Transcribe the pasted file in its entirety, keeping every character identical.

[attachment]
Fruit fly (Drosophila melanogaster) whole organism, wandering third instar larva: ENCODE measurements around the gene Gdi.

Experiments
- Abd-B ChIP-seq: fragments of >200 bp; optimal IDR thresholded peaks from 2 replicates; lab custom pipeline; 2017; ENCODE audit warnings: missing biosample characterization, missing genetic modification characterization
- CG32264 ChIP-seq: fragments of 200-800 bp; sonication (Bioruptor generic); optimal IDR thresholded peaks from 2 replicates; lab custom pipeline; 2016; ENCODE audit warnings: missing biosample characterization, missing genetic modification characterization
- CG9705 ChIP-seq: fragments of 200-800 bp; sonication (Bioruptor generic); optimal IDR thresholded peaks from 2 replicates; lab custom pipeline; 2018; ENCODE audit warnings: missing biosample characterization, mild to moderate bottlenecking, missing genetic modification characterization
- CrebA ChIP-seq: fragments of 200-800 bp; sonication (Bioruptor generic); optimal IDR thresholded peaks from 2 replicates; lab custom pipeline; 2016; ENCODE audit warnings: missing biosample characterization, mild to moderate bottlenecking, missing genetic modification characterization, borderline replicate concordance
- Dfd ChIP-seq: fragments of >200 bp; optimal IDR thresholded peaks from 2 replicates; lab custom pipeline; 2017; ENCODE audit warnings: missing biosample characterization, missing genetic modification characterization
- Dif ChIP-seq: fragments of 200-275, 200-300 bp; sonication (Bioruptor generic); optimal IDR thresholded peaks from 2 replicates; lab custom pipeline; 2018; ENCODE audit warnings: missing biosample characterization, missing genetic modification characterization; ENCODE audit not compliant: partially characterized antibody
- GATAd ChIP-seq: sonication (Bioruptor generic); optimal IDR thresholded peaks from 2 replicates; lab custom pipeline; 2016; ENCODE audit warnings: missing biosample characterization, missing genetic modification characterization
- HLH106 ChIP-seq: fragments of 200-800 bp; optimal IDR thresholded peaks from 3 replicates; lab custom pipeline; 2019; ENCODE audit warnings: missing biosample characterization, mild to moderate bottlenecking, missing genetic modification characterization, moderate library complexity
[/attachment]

Fruit fly (Drosophila melanogaster) whole organism, wandering third instar larva: ENCODE measurements around the gene Gdi.

Experiments
- Abd-B ChIP-seq: fragments of >200 bp; optimal IDR thresholded peaks from 2 replicates; lab custom pipeline; 2017; ENCODE audit warnings: missing biosample characterization, missing genetic modification characterization
- CG32264 ChIP-seq: fragments of 200-800 bp; sonication (Bioruptor generic); optimal IDR thresholded peaks from 2 replicates; lab custom pipeline; 2016; ENCODE audit warnings: missing biosample characterization, missing genetic modification characterization
- CG9705 ChIP-seq: fragments of 200-800 bp; sonication (Bioruptor generic); optimal IDR thresholded peaks from 2 replicates; lab custom pipeline; 2018; ENCODE audit warnings: missing biosample characterization, mild to moderate bottlenecking, missing genetic modification characterization
- CrebA ChIP-seq: fragments of 200-800 bp; sonication (Bioruptor generic); optimal IDR thresholded peaks from 2 replicates; lab custom pipeline; 2016; ENCODE audit warnings: missing biosample characterization, mild to moderate bottlenecking, missing genetic modification characterization, borderline replicate concordance
- Dfd ChIP-seq: fragments of >200 bp; optimal IDR thresholded peaks from 2 replicates; lab custom pipeline; 2017; ENCODE audit warnings: missing biosample characterization, missing genetic modification characterization
- Dif ChIP-seq: fragments of 200-275, 200-300 bp; sonication (Bioruptor generic); optimal IDR thresholded peaks from 2 replicates; lab custom pipeline; 2018; ENCODE audit warnings: missing biosample characterization, missing genetic modification characterization; ENCODE audit not compliant: partially characterized antibody
- GATAd ChIP-seq: sonication (Bioruptor generic); optimal IDR thresholded peaks from 2 replicates; lab custom pipeline; 2016; ENCODE audit warnings: missing biosample characterization, missing genetic modification characterization
- HLH106 ChIP-seq: fragments of 200-800 bp; optimal IDR thresholded peaks from 3 replicates; lab custom pipeline; 2019; ENCODE audit warnings: missing biosample characterization, mild to moderate bottlenecking, missing genetic modification characterization, moderate library complexity